James Watt (1736 – 1819)

James Watt was a genius of many talents who was at the heart of the technological and economic changes in 18th century Britain that have been described as the Industrial Revolution.

He was born in Greenock, the son of James Watt (1698-1782), a prosperous merchant and prominent citizen of the Scottish port. He had a talent for mathematics, and trained as a maker of mathematical instruments in Glasgow, making a visit to London to gain professional experience in 1755-6. He gained the acquaintance of the celebrated Dr Joseph Black (1728-99) of Glasgow University who described him as ‘a young man possessing most uncommon talents for mechanical knowledge and practice’. He learned German and Italian, took an interest in several new technologies, including the manufacture of porcelain, and carried out surveys of several Scottish waterways, including the Caledonian Canal, that were subsequently praised by Thomas Telford.

His main interest was in the improvement of the steam engine, and after erecting several Newcomen engines in Scotland in 1765-6, he took out his first patent, for the separate condenser, in 1769. He moved to Birmingham in 1774 where, he worked in partnership with Matthew Boulton (1728-1809), to develop the steam engine. The first engines to incorporate his improvements were erected in 1776. Initially the Boulton and Watt partnership supplied only drawings, some key components such as valves, and the services of erectors.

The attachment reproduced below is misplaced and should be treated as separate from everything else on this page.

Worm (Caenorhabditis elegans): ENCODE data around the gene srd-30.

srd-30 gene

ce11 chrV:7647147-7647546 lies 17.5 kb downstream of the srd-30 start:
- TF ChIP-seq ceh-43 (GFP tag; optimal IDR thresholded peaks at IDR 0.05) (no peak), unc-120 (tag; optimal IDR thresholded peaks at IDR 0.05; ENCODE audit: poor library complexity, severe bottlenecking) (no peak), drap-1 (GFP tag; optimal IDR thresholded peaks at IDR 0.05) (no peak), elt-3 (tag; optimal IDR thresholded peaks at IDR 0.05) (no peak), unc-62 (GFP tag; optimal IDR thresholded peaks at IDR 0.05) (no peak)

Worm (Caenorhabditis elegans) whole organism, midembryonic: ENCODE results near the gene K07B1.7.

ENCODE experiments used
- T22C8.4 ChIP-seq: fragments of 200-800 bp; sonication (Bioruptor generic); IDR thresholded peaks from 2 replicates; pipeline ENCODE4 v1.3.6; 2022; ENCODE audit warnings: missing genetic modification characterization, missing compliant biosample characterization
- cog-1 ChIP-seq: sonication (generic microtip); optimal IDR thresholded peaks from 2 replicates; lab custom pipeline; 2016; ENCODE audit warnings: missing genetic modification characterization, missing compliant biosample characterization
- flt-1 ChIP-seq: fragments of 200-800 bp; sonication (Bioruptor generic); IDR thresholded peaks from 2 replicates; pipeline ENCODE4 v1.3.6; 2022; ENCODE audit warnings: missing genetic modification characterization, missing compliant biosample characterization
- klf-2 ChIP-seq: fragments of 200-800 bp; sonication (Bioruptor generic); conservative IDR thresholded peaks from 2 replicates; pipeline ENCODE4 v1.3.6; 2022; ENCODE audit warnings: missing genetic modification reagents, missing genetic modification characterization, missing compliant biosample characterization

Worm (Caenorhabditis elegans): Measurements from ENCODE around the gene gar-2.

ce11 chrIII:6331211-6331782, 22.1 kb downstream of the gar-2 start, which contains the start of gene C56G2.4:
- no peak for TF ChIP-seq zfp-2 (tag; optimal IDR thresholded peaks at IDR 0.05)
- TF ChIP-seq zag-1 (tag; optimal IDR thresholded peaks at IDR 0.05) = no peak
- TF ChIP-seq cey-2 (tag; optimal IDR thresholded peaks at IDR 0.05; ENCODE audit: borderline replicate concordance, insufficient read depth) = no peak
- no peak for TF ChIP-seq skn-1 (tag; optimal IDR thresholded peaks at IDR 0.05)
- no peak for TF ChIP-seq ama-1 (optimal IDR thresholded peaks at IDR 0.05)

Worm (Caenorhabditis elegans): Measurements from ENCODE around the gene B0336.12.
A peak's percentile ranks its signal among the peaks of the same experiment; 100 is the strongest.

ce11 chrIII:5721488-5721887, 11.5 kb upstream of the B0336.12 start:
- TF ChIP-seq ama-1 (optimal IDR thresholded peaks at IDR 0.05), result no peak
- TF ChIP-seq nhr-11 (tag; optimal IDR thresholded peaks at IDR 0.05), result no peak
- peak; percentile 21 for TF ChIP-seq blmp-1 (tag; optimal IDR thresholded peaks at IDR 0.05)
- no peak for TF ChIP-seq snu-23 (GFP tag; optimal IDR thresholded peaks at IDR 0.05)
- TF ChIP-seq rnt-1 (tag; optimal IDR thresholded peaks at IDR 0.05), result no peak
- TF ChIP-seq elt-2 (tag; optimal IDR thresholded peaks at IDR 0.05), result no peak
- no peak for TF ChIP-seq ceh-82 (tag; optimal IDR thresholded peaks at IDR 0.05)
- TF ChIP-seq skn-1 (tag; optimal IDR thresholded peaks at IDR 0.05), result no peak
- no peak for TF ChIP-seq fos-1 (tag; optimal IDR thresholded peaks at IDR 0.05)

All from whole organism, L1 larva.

Watt was only one of many engineers developing steam power in the late 18th century, and his application of sun-and-planet gearing to achieve rotative motion, patented in 1782, was dictated by the granting of a patent to James Pickard for the use of the crank for this purpose. Watt was concerned to ensure that high standards were achieved in his engines, and would use only Swedish iron purchased from merchants in Birmingham for some engine parts. He supplied his first overseas order in 1778, and by 1800, when his patents expired, Boulton & Watt had despatched 24 engines to customers in France, Germany, Italy, Spain, Netherlands, Austria, Sweden and Russia.

In the 1790s it became evident that other engine builders, notably the ironmaster John Wilkinson, had infringed the Watt patents by building ‘pirate’ engines. Watt developed elements of paranoia over such infringements, but after the partners established their own engine-building facilities, by opening the Soho Foundry in 1796, he gradually retired from the business. In the interval of peace that followed the treaty of Amiens in 1802 he visited Frankfurt, Strasburg and Paris.

Watt also developed a copying process in 1781. Copies were kept of engine drawings and of the outgoing letters of the partnership, while incoming letters were also preserved, making the Boulton & Watt Collection in Birmingham one of the most important archives of the Industrial Revolution.

Watt retained throughout his life interests in geology, mineralogy and chemistry, and was honoured for his scientific achievements in Russia, the Netherlands and France, but never regarded his own achievements as in any way heroic.